Project Structure
Latest update: December 13, 2022

Project Structure #

or the sheer lack of it …

😆 Not so fast. There will be more on this topic in due time.

Don’t overdo it. Start small #

You don’t need a billion packages or a deeply nested directory structure. The Go code can work equally fine with a single main.go file, multiple files in the same package, or several layers of deeply nested packages. You are generally encouraged to start small and branch out only when you see the need for it.

What goes in a package? 📦 #

A Go package is essentially just a directory on disk that holds one or multiple .go files. A package is used for grouping related logic and data structures together, but other than that, no one really enforces what those Go files should contain. Therefore, a Java developer’s first reaction might be to group Go code that performs a similar function across the project. Think of having a package called models that groups all the structs related to modelling data across the project. Or one called queries that groups together all the database queries. Or ones called interfaces, utils, controllers, etc. I guess, you start getting the idea.

Well, while grouping by functionality is OK for some use cases, the Go community’s more preferred way is grouping things by domain or use case. Rather than have all the models grouped together, one might have multiple distinct packages, say registration, shipment, admin, etc, each of which might contain its respective data models, HTTP handlers, business logic, etc., all contained in the same package and isolated form the rest of the code.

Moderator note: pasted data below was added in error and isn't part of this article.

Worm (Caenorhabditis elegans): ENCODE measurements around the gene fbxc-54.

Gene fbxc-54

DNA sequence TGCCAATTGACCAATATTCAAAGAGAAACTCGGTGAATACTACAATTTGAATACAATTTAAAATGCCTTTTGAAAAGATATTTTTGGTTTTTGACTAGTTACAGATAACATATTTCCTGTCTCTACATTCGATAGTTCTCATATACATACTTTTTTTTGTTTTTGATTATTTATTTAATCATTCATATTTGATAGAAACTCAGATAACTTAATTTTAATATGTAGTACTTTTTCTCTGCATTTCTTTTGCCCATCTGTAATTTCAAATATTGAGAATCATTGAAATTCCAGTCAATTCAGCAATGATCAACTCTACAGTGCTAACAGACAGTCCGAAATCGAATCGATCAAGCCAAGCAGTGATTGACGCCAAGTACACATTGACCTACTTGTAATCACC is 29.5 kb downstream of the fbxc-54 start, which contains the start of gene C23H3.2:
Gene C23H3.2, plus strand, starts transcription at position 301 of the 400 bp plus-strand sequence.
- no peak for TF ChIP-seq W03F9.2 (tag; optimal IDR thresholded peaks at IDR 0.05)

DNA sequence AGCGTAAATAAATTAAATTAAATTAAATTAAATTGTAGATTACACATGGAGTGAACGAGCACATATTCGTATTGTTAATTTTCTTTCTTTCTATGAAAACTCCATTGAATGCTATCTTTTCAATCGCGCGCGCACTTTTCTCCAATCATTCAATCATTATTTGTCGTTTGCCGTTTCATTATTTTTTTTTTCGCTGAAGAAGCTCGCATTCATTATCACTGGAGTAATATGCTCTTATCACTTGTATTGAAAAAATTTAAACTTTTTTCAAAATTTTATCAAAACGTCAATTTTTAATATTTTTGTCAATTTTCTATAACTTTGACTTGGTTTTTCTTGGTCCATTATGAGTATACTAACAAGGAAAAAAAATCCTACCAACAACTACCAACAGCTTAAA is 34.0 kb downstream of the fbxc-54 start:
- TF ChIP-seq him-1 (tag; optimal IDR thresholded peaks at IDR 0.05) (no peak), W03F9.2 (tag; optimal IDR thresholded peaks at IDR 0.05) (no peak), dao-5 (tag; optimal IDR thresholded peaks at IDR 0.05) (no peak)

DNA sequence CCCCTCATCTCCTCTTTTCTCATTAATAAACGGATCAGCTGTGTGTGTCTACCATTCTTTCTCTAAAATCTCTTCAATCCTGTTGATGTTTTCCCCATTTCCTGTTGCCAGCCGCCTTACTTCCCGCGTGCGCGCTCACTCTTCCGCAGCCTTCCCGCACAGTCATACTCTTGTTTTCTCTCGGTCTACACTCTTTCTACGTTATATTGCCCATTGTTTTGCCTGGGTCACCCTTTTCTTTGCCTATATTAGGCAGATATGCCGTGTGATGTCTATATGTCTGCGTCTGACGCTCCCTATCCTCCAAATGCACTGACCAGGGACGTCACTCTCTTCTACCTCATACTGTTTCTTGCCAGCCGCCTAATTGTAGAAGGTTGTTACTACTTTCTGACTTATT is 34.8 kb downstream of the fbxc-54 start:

Without saying that Go projects should follow Domain-Driven Design (DDD), when a project gets big, splitting by domain is a natural way to package things up as if they were their own self-contained things. This way, if a need arises, each of those packages can become its own “thing” - a service, CLI tool, or a library shared across multiple other projects.

An ideal Go package should provide a specific set of functionalities or capabilities that can be used by other parts of the codebase. It should not simply contain a collection of random code or functions without any clear purpose or functionality. Thus, When naming a Go package, it is crucial to choose a name that accurately describes what the package provides. This allows other developers to easily understand the purpose of the package and how it can be used in their own code. Avoid using vague or generic names that do not convey any information about the package’s capabilities.

Design Philosophy On Packaging
Our Blog is a great source of insights about Go, also referred as "golang". Our main contributor Bill Kennedy is a renowned Go Trainer, consultant, and author.

Sample Project Structure #

What follows is a sample diagram of something I am still trying to formulate in my head. This is why it is not something you should stick to, because it will most likely change based on feedback. It is also not strictly following DDD rules.

Relevant Material #

Domain-Driven Design vs. “Functional Core, Imperative Shell”
Sometimes different paradigms are forces that pull our code in different directions. I’ll try to describe such a situation with concerns…
Hexagonal Architecture: Structuring a project and the influence of granularity
About the granularity of ports and adapters and how it influences the code structure